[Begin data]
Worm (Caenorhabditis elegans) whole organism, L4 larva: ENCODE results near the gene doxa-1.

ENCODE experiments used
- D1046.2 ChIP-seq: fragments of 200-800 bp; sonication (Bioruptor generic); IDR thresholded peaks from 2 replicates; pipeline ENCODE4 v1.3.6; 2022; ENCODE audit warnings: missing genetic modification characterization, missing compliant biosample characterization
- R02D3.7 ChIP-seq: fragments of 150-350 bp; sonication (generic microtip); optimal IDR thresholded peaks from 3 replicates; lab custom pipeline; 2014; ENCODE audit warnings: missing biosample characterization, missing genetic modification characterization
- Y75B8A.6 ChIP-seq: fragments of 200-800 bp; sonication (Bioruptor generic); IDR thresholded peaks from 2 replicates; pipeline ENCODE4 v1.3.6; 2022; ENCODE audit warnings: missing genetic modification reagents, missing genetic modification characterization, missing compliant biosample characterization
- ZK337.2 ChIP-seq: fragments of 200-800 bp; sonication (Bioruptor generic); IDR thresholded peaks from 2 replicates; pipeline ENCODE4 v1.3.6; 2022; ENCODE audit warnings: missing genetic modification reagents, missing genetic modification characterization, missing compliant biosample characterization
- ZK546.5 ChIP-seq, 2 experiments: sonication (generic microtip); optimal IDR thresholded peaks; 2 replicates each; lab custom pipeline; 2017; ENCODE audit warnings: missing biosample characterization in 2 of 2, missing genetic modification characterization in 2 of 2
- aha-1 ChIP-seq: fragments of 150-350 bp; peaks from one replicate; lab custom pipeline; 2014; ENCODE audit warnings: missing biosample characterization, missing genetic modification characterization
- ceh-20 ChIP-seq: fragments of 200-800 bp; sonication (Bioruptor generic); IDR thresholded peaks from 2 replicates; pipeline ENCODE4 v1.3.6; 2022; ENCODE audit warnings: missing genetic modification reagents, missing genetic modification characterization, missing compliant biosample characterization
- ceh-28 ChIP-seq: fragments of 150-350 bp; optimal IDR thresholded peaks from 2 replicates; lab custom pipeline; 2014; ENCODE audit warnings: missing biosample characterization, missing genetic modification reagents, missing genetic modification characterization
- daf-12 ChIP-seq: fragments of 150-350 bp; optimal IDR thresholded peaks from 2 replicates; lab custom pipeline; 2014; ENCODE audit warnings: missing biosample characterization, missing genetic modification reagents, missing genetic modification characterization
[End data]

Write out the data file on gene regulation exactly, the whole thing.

Worm (Caenorhabditis elegans) whole organism, L4 larva: ENCODE results near the gene doxa-1.

ENCODE experiments used
- D1046.2 ChIP-seq: fragments of 200-800 bp; sonication (Bioruptor generic); IDR thresholded peaks from 2 replicates; pipeline ENCODE4 v1.3.6; 2022; ENCODE audit warnings: missing genetic modification characterization, missing compliant biosample characterization
- R02D3.7 ChIP-seq: fragments of 150-350 bp; sonication (generic microtip); optimal IDR thresholded peaks from 3 replicates; lab custom pipeline; 2014; ENCODE audit warnings: missing biosample characterization, missing genetic modification characterization
- Y75B8A.6 ChIP-seq: fragments of 200-800 bp; sonication (Bioruptor generic); IDR thresholded peaks from 2 replicates; pipeline ENCODE4 v1.3.6; 2022; ENCODE audit warnings: missing genetic modification reagents, missing genetic modification characterization, missing compliant biosample characterization
- ZK337.2 ChIP-seq: fragments of 200-800 bp; sonication (Bioruptor generic); IDR thresholded peaks from 2 replicates; pipeline ENCODE4 v1.3.6; 2022; ENCODE audit warnings: missing genetic modification reagents, missing genetic modification characterization, missing compliant biosample characterization
- ZK546.5 ChIP-seq, 2 experiments: sonication (generic microtip); optimal IDR thresholded peaks; 2 replicates each; lab custom pipeline; 2017; ENCODE audit warnings: missing biosample characterization in 2 of 2, missing genetic modification characterization in 2 of 2
- aha-1 ChIP-seq: fragments of 150-350 bp; peaks from one replicate; lab custom pipeline; 2014; ENCODE audit warnings: missing biosample characterization, missing genetic modification characterization
- ceh-20 ChIP-seq: fragments of 200-800 bp; sonication (Bioruptor generic); IDR thresholded peaks from 2 replicates; pipeline ENCODE4 v1.3.6; 2022; ENCODE audit warnings: missing genetic modification reagents, missing genetic modification characterization, missing compliant biosample characterization
- ceh-28 ChIP-seq: fragments of 150-350 bp; optimal IDR thresholded peaks from 2 replicates; lab custom pipeline; 2014; ENCODE audit warnings: missing biosample characterization, missing genetic modification reagents, missing genetic modification characterization
- daf-12 ChIP-seq: fragments of 150-350 bp; optimal IDR thresholded peaks from 2 replicates; lab custom pipeline; 2014; ENCODE audit warnings: missing biosample characterization, missing genetic modification reagents, missing genetic modification characterization